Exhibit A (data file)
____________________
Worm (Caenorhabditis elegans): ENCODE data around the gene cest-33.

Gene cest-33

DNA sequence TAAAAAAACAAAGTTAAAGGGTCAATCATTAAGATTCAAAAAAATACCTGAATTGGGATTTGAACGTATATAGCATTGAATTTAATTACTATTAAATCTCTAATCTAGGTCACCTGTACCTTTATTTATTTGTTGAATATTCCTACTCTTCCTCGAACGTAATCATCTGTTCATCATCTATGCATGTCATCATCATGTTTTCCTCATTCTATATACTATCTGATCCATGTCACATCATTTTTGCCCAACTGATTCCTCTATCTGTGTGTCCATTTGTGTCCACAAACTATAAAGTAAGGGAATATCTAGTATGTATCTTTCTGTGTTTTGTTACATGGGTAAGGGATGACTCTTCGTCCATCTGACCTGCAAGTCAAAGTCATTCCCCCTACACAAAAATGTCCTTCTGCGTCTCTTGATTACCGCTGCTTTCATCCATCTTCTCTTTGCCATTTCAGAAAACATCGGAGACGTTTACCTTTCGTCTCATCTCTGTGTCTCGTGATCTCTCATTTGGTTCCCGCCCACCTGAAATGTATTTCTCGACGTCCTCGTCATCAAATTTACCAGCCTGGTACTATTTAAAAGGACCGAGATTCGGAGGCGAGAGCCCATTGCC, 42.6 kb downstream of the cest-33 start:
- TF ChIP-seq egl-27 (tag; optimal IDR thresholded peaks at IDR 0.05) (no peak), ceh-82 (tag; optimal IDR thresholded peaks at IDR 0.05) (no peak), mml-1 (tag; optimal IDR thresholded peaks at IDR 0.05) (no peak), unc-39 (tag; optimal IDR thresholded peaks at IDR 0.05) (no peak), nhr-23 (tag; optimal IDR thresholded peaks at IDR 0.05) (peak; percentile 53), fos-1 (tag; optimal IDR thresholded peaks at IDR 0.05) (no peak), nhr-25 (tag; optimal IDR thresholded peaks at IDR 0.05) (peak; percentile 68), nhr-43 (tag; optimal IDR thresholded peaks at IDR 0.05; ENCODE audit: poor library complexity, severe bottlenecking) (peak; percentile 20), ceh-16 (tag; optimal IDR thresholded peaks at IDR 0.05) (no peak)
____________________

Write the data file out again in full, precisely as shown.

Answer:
Worm (Caenorhabditis elegans): ENCODE data around the gene cest-33.

Gene cest-33

DNA sequence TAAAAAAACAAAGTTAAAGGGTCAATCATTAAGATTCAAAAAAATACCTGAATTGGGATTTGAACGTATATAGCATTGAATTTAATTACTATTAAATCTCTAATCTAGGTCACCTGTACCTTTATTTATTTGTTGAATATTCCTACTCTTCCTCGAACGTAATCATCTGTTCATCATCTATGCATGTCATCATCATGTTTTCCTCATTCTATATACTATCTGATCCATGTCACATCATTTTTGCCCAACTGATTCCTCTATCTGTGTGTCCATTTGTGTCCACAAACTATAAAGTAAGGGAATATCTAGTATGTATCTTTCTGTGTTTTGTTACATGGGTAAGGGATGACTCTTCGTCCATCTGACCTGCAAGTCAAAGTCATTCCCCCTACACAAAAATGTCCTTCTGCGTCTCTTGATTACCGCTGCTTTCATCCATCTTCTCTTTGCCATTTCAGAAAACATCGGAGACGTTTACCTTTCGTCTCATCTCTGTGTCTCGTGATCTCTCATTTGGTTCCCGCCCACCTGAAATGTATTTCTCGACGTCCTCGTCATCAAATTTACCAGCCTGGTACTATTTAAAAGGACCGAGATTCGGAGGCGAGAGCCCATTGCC, 42.6 kb downstream of the cest-33 start:
- TF ChIP-seq egl-27 (tag; optimal IDR thresholded peaks at IDR 0.05) (no peak), ceh-82 (tag; optimal IDR thresholded peaks at IDR 0.05) (no peak), mml-1 (tag; optimal IDR thresholded peaks at IDR 0.05) (no peak), unc-39 (tag; optimal IDR thresholded peaks at IDR 0.05) (no peak), nhr-23 (tag; optimal IDR thresholded peaks at IDR 0.05) (peak; percentile 53), fos-1 (tag; optimal IDR thresholded peaks at IDR 0.05) (no peak), nhr-25 (tag; optimal IDR thresholded peaks at IDR 0.05) (peak; percentile 68), nhr-43 (tag; optimal IDR thresholded peaks at IDR 0.05; ENCODE audit: poor library complexity, severe bottlenecking) (peak; percentile 20), ceh-16 (tag; optimal IDR thresholded peaks at IDR 0.05) (no peak)